Protests in Jordan against tax rises and austerity measures - the biggest protests there for years - have entered their third consecutive night.
Police fired tear gas and blocked roads in the capital Amman to stop protesters getting close to the cabinet office.
The protesters say a new tax bill backed by the International Monetary Fund (IMF) will hurt the poor and middle class.
King Abdullah has called for compromise from all sides.
Several thousand protesters chanting anti-government slogans and calling for King Abdullah to dismiss Prime Minister Hani Mulki have been holding vigils near the cabinet office.
There have also been some protests in provincial towns, where police have reportedly used tear gas. In the southern town of Maan protesters burned tyres on highways and there were scuffles with police, Reuters reported.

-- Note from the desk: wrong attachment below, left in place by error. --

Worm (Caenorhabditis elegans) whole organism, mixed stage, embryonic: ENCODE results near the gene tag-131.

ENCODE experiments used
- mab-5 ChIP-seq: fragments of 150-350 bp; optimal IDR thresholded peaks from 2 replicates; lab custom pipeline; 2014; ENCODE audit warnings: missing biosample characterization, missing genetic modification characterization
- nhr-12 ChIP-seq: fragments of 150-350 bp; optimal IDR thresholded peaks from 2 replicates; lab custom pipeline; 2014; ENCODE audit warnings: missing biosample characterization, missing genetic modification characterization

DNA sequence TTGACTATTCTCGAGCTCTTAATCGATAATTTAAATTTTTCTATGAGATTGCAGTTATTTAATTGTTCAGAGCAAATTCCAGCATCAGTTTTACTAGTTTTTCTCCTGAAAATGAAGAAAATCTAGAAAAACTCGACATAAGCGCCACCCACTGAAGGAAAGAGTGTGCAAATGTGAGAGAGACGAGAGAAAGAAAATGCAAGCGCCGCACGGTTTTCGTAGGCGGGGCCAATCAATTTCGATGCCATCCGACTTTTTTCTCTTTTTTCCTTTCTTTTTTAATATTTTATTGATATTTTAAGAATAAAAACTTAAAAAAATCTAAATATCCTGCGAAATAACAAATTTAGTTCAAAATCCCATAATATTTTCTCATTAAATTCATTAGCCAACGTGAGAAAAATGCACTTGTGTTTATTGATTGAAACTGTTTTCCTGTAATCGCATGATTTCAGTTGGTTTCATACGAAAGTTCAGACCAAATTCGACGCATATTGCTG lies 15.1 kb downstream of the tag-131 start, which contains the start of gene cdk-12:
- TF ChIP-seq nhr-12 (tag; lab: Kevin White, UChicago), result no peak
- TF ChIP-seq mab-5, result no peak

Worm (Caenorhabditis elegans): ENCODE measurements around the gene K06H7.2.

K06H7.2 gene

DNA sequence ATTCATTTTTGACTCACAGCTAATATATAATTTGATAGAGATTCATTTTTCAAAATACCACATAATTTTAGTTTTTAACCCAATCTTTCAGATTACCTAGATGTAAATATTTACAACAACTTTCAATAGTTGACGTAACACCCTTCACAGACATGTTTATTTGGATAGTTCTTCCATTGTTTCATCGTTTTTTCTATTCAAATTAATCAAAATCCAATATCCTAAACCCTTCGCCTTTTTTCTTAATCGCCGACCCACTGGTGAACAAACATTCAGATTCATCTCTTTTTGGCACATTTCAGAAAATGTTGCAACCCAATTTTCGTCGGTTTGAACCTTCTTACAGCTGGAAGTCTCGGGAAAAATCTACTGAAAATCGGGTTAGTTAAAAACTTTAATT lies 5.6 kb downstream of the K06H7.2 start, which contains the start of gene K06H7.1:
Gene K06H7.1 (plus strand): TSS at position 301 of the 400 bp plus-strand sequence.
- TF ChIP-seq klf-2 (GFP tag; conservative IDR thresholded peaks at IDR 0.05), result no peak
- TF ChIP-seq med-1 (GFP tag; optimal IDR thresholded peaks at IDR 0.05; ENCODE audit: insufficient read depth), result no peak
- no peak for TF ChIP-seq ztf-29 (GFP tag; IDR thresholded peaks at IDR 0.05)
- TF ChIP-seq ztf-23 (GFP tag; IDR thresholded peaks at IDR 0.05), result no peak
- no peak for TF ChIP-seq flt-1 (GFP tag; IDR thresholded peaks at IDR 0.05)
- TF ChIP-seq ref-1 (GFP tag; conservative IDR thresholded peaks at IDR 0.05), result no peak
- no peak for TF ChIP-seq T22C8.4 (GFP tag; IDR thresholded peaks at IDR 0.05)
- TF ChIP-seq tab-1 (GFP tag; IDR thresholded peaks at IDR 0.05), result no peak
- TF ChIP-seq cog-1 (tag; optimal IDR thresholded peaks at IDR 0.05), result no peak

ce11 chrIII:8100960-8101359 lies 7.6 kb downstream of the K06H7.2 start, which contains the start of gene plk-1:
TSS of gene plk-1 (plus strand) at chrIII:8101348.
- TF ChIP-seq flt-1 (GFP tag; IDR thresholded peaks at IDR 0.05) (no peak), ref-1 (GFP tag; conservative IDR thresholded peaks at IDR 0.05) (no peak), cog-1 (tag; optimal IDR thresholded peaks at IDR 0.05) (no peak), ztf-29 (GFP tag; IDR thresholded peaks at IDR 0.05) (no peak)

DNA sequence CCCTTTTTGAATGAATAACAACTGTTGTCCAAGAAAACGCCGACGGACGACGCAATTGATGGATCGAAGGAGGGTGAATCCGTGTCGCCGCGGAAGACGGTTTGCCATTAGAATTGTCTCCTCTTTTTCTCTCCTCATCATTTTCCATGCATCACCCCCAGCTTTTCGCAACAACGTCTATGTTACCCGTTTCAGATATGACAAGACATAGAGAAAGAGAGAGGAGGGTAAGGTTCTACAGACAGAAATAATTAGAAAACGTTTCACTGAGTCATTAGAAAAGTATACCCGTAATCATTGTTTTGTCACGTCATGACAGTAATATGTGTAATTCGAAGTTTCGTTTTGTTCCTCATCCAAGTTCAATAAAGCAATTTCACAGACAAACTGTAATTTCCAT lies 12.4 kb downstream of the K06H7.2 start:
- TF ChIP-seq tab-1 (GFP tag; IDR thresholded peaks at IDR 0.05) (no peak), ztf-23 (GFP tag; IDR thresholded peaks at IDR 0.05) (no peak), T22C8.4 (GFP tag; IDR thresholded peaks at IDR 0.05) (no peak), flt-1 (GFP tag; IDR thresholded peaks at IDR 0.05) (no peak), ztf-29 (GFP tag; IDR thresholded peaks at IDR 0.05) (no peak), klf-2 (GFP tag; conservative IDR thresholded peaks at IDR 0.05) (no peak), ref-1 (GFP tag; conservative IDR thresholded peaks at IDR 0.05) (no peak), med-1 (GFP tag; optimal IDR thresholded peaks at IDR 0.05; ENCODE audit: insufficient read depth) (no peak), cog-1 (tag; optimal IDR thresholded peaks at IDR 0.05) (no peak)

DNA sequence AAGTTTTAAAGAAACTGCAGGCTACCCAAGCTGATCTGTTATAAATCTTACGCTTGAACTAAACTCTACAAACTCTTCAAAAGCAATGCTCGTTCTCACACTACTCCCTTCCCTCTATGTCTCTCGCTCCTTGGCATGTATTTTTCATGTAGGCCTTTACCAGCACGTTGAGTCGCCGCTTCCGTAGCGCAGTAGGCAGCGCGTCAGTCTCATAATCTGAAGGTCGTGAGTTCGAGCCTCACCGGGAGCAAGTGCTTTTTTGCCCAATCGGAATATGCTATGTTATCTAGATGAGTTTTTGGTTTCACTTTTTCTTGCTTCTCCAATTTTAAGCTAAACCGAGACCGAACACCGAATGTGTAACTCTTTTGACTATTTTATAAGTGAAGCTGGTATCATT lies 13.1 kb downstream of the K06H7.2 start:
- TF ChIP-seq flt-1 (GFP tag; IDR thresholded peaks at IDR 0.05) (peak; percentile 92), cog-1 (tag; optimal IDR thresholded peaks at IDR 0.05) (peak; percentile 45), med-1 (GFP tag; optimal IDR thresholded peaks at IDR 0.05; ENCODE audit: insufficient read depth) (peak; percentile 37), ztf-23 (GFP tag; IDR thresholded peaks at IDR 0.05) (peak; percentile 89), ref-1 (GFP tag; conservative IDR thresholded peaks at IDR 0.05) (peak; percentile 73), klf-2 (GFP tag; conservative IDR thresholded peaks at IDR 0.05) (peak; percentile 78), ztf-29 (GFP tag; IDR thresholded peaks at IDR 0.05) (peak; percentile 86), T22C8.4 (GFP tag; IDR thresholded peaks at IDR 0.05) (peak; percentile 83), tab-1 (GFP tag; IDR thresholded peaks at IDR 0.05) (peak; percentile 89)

Jordanians have seen prices rise with salaries failing to keep up.
On Friday King Abdullah intervened to freeze an increase in fuel prices.
But the protesters are angriest about the proposed tax bill, which they fear will further worsen living standards.
The BBC's Arab affairs editor Sebastian Usher says the king is urging a deal that won't overburden ordinary Jordanians while tackling endemic tax evasion.
Mr Mulki has refused to scrap the IMF-backed tax bill, saying it was up to parliament to decide whether to pass it or not.
The government says it needs the money to fund public services and says the new tax bill will see higher earners pay more.
Earlier this year sales tax was increased and bread subsidies were scrapped as part of a plan to cut the country's debt.
Mr Mulki said he hoped the reforms needed to get Jordan's economy "back on track" would be complete by mid-2019.
King Abdullah has said that conflict in neighbouring Syria and Iraq has worsened Jordan's financial situation.